Overall, Republicans and their supporters say there is a constitutional duty to provide the Senate's advice and/or consent through an up-or-down majority vote on each presidential nominee. To use a filibuster to block a majority vote is to rewrite the Constitution and undermine the fundamental concept of majority rule, they say.
Democrats and their supporters stress that the Senate must follow its own rules when carrying out advice and consent responsibilities. The filibuster rules are designed to protect the interests of the minority party by creating an incentive for majority senators to reach out for compromise rather than adopting a winner-take-all approach. The result of compromise is almost always better government, they say.
"Democratic senators represent a majority of the population, but they are a minority in the Senate," says Erwin Chemerinsky, a constitutional law professor at Duke University in Durham, N.C. "The filibuster in part is a reflection of that - the way in which senators who represent the majority can act as a check on the majority of senators who represent a minority of the population."
Professor Chemerinsky says the Republican focus on a majority vote is misplaced. "The filibuster doesn't change the fact that to be confirmed it takes a majority," he says. "The filibuster's role is what number of votes does it take to end debate. And there is nothing in the Constitution about the number of votes it takes to end debate."
Not every constitutional scholar is siding with either the Democrats or the Republicans. "I think both sides are wrong," says John McGinnis, a constitutional law professor at Northwestern University School of Law in Chicago.
Professor McGinnis and Michael Rappaport of the University of San Diego School of Law have identified what they see as a constitutional anomaly in how the Senate rules function. First, they say, the Republicans are wrong by insisting that judicial confirmation is limited to a majority vote. "There is nothing in the advice and consent clause that says the Senate cannot choose to have a confirmation rule by something other than a majority," McGinnis says.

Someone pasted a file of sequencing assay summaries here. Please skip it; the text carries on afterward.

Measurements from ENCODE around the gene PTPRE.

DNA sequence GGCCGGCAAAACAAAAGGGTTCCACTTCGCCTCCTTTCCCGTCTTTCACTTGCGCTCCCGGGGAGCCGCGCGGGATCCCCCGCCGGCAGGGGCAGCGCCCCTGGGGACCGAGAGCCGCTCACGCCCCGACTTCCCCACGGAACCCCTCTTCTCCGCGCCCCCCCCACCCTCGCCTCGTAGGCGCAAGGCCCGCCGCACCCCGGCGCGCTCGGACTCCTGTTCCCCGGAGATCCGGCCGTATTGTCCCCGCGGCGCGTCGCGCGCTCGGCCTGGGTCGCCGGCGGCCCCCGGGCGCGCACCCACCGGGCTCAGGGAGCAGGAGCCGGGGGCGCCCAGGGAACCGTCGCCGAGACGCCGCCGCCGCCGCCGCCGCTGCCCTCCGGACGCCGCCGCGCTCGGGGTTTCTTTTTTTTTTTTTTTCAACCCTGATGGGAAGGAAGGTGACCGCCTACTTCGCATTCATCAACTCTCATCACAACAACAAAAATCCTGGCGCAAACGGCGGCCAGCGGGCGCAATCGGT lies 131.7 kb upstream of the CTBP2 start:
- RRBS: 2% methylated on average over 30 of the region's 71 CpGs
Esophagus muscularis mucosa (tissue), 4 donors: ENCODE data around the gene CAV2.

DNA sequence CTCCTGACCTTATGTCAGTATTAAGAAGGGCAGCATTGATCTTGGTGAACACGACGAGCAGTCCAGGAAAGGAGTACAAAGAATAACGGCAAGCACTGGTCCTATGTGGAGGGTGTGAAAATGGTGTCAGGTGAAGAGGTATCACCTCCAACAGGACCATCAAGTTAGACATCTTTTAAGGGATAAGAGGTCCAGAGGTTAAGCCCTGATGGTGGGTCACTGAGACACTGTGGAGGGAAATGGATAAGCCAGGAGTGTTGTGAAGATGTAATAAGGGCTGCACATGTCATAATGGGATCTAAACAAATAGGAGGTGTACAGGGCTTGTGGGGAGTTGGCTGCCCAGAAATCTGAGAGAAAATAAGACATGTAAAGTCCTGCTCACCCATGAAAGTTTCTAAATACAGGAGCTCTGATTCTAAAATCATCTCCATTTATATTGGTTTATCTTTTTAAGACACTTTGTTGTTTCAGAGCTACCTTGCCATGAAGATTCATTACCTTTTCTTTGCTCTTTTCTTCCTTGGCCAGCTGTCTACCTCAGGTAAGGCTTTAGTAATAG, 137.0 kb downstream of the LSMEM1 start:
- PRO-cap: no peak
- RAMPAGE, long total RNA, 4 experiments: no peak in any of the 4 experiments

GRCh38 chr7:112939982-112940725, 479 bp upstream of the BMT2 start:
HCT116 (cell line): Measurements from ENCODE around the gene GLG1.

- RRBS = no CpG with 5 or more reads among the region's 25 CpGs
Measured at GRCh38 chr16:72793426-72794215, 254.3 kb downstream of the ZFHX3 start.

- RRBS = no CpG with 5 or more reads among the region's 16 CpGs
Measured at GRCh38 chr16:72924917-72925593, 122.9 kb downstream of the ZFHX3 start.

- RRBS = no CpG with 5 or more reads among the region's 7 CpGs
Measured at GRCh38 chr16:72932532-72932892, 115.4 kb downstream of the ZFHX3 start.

Second, they say, the Democrats are wrong by insisting that the Senate rules can require more than a majority of senators to change any rule. "If a majority could adopt a supermajority rule that could not be repealed by the majority, they could do all kinds of things," says Professor Rappaport. "It would not be necessary to pass a constitutional amendment when the First Congress adopted the Bill of Rights. They could have passed a statute and then just one house, the Senate, could have said, 'This statute shall not be repealed without the consent of 100 percent,' " he says.
"That is extremely odd to think that a single house of Congress could insulate something when in fact legislation requires both houses of Congress to pass, and presentment to the president," Rappaport also says.
The professors say there would be nothing unconstitutional about a Senate rule requiring 60 votes to confirm judicial appointments, but a simple majority of senators must always have the ability to change the rule.
"I disagree on every level," Chemerinsky says. "If Congress were ever to say it takes a 100 percent vote - or 60 or 80 percent - to change this law ... I think that is unconstitutional entrenchment."
To Senate historian Richard Baker, such heated debates are nothing new. "Isn't it wonderful to drape the mantle of the Constitution around what it is you want to accomplish?" he says. "You can't blame people for trying, and they have been doing that for a long time."